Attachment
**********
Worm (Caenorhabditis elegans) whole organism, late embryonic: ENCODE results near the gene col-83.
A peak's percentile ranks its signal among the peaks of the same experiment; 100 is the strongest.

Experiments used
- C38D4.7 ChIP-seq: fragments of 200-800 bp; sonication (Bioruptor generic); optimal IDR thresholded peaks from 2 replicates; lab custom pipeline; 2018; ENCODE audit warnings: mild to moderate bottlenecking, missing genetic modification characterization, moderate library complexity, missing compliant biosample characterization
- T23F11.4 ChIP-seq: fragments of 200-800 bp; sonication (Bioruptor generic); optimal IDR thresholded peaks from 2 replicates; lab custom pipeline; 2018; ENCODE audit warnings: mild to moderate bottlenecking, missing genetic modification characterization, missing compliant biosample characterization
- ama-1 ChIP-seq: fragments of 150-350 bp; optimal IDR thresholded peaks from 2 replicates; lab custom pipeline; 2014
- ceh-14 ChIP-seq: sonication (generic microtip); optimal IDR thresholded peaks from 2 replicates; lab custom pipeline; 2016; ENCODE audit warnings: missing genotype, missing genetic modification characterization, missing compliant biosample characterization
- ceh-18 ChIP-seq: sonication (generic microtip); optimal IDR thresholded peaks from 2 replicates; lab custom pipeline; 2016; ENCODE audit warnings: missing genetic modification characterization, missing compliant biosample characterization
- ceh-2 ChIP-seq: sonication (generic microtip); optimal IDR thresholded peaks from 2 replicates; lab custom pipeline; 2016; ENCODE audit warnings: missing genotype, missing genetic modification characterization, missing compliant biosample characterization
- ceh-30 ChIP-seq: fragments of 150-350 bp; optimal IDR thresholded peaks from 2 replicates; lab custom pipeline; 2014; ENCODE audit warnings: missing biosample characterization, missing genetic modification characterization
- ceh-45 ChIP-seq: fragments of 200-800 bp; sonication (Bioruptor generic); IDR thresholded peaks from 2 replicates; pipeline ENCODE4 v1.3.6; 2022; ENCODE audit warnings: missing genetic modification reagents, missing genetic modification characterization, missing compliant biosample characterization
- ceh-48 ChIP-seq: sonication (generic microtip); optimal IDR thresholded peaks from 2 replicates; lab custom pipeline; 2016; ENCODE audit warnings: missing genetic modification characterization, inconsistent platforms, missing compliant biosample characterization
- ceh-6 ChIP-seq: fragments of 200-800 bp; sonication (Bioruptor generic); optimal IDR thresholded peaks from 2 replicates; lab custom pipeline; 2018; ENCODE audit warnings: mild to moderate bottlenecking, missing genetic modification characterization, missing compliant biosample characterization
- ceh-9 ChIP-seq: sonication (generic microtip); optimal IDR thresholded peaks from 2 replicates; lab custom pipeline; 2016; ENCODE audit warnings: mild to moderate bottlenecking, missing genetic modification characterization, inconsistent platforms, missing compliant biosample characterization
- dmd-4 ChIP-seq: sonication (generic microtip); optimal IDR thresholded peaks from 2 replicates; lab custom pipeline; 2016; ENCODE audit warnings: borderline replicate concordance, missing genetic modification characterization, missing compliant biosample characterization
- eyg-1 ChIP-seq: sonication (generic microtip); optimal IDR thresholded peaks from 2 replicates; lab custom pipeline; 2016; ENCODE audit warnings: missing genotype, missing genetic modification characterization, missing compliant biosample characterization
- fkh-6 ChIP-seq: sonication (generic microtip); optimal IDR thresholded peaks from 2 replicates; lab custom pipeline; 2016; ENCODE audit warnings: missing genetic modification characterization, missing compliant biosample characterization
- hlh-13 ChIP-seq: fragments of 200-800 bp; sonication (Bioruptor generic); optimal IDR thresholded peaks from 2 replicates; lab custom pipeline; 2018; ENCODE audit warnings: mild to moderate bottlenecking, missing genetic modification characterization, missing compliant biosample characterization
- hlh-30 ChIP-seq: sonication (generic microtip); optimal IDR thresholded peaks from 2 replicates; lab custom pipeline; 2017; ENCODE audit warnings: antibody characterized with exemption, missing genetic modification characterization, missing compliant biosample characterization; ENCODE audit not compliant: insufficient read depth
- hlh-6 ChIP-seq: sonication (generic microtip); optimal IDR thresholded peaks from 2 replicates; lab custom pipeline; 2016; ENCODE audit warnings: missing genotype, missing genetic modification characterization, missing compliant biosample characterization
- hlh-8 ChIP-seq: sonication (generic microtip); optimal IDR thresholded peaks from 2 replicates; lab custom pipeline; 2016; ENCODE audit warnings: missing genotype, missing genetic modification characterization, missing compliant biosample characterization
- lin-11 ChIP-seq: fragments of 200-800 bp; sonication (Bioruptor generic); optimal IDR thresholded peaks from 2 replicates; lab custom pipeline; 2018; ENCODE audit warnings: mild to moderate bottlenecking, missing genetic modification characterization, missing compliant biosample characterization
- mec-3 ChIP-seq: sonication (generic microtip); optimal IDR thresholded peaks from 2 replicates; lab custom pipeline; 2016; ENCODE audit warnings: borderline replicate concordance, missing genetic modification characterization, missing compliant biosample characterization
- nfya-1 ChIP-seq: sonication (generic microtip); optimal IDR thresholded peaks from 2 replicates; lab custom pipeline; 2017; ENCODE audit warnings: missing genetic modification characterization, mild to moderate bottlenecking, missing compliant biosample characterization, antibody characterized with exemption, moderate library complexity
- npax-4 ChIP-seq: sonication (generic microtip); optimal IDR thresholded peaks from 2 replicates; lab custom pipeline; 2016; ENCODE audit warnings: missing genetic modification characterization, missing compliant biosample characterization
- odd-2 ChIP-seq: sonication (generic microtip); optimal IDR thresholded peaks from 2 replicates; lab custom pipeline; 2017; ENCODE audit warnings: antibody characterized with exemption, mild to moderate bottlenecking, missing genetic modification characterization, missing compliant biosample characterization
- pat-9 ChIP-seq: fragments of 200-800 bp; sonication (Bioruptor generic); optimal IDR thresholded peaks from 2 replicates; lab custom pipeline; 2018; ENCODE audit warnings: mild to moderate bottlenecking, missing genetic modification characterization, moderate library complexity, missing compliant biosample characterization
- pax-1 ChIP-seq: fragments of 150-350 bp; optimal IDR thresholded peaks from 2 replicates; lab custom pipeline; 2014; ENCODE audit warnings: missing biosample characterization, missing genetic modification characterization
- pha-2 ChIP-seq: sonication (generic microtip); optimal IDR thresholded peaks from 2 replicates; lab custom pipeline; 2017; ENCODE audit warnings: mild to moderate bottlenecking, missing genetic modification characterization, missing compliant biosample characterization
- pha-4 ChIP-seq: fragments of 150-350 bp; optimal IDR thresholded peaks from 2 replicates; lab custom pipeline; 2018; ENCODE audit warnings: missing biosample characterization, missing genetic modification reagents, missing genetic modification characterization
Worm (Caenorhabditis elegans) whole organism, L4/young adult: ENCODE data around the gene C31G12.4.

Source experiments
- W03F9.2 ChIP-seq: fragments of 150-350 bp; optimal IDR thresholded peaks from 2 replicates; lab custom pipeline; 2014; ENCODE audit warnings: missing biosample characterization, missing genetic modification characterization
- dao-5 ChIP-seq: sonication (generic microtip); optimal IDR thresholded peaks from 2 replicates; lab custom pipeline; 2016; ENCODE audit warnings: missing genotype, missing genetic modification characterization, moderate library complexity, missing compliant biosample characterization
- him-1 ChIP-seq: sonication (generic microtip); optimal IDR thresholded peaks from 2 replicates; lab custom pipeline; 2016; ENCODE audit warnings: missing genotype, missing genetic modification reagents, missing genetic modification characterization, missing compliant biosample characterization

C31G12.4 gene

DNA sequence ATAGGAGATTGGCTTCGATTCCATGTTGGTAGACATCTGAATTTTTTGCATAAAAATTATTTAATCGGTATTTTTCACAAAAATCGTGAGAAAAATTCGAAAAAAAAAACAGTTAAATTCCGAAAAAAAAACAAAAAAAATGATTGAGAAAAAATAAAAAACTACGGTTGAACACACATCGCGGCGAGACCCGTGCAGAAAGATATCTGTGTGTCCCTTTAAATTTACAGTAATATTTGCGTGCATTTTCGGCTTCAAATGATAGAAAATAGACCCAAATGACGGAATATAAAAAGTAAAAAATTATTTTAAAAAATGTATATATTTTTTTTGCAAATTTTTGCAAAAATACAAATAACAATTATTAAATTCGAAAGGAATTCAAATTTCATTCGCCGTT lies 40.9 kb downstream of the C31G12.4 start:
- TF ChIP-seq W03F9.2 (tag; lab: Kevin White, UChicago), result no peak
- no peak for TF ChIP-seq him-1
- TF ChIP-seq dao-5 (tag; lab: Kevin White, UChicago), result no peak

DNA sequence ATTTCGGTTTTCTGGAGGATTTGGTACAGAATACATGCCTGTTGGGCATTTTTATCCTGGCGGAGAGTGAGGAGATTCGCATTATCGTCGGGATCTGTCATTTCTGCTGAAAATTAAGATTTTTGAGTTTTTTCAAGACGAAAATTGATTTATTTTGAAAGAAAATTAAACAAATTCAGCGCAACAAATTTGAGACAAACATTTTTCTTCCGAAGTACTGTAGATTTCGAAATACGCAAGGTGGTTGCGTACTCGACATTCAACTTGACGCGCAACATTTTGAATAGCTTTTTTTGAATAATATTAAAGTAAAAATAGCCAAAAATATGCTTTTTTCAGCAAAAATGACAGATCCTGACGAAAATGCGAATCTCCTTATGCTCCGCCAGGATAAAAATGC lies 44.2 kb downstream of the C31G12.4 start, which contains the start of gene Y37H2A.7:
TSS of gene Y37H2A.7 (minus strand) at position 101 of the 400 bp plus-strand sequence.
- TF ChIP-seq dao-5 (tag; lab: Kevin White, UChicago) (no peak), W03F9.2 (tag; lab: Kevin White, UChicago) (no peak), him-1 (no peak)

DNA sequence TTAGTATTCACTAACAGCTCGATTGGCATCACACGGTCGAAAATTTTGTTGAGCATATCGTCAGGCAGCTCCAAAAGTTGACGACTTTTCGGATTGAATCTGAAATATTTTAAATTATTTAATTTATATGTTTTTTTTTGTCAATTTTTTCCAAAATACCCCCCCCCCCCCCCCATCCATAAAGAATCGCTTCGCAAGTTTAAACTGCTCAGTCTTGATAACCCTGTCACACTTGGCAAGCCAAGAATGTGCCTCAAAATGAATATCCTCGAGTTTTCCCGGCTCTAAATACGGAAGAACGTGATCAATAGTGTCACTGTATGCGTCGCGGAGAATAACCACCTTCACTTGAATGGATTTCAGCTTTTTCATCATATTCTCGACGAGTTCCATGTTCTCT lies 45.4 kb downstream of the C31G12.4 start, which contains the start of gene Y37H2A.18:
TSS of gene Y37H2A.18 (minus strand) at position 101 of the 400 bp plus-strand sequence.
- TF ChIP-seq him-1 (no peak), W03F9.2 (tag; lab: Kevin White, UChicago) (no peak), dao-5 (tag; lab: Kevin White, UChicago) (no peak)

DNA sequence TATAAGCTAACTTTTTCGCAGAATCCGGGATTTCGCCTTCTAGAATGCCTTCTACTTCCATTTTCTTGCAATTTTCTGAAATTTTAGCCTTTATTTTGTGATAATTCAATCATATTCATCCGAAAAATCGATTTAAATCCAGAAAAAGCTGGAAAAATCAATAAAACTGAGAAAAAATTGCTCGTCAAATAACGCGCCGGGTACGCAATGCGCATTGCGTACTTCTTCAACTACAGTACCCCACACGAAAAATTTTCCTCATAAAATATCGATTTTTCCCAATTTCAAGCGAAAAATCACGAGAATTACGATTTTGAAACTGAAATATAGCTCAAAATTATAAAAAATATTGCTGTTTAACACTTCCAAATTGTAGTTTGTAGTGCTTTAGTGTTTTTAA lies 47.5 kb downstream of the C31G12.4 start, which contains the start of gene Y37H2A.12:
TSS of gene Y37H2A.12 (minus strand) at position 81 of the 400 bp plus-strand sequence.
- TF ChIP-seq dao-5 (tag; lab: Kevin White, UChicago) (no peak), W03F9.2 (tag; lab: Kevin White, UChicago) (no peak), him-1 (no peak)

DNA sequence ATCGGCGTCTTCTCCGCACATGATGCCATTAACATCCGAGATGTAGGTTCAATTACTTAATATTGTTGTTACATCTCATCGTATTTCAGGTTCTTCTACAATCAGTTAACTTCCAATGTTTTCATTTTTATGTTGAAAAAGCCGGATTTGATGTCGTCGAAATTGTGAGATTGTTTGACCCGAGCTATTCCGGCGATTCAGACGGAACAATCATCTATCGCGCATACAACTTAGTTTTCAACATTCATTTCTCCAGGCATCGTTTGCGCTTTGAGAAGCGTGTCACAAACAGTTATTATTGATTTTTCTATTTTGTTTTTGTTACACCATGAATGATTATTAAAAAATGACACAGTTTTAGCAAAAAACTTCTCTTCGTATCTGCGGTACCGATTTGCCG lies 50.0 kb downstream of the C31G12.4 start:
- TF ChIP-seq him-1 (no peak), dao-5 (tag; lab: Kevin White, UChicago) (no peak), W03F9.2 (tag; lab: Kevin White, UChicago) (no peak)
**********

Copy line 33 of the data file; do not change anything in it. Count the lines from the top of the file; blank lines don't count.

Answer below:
- W03F9.2 ChIP-seq: fragments of 150-350 bp; optimal IDR thresholded peaks from 2 replicates; lab custom pipeline; 2014; ENCODE audit warnings: missing biosample characterization, missing genetic modification characterization